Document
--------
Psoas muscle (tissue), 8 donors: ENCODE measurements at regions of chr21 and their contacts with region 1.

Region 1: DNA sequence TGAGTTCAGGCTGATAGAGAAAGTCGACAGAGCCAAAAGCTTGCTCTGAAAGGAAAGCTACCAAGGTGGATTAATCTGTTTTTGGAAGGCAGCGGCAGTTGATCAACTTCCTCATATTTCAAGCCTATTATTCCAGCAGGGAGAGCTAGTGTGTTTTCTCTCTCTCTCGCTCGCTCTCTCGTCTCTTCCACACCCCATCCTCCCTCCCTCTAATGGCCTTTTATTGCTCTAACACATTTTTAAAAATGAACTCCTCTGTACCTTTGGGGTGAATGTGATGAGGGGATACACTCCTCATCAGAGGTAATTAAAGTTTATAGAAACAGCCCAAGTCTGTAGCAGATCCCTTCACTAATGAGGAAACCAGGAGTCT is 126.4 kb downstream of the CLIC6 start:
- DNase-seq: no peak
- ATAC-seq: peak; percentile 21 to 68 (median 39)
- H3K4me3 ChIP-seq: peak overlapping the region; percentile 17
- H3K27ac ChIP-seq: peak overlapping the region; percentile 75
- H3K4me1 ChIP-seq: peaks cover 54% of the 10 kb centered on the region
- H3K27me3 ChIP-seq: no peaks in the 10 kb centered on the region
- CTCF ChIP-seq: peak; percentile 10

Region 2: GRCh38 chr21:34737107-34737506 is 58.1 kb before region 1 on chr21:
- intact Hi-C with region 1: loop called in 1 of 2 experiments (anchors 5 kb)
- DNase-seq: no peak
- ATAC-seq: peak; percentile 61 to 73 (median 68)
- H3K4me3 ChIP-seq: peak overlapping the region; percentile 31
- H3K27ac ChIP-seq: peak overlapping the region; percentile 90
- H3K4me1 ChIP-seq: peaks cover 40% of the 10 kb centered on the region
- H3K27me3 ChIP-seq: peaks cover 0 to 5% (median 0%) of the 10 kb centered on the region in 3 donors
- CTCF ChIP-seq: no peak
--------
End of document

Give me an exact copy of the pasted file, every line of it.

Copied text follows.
Psoas muscle (tissue), 8 donors: ENCODE measurements at regions of chr21 and their contacts with region 1.

Region 1: DNA sequence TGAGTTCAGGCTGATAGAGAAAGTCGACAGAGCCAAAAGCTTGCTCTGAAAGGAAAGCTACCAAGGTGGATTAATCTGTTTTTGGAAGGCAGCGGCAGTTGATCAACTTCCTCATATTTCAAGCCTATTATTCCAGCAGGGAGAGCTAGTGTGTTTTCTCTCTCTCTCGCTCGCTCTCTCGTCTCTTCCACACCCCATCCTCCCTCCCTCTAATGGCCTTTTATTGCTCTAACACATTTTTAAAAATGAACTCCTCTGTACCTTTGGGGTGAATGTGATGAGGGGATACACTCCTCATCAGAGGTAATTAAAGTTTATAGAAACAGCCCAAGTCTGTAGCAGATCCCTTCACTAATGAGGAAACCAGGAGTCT is 126.4 kb downstream of the CLIC6 start:
- DNase-seq: no peak
- ATAC-seq: peak; percentile 21 to 68 (median 39)
- H3K4me3 ChIP-seq: peak overlapping the region; percentile 17
- H3K27ac ChIP-seq: peak overlapping the region; percentile 75
- H3K4me1 ChIP-seq: peaks cover 54% of the 10 kb centered on the region
- H3K27me3 ChIP-seq: no peaks in the 10 kb centered on the region
- CTCF ChIP-seq: peak; percentile 10

Region 2: GRCh38 chr21:34737107-34737506 is 58.1 kb before region 1 on chr21:
- intact Hi-C with region 1: loop called in 1 of 2 experiments (anchors 5 kb)
- DNase-seq: no peak
- ATAC-seq: peak; percentile 61 to 73 (median 68)
- H3K4me3 ChIP-seq: peak overlapping the region; percentile 31
- H3K27ac ChIP-seq: peak overlapping the region; percentile 90
- H3K4me1 ChIP-seq: peaks cover 40% of the 10 kb centered on the region
- H3K27me3 ChIP-seq: peaks cover 0 to 5% (median 0%) of the 10 kb centered on the region in 3 donors
- CTCF ChIP-seq: no peak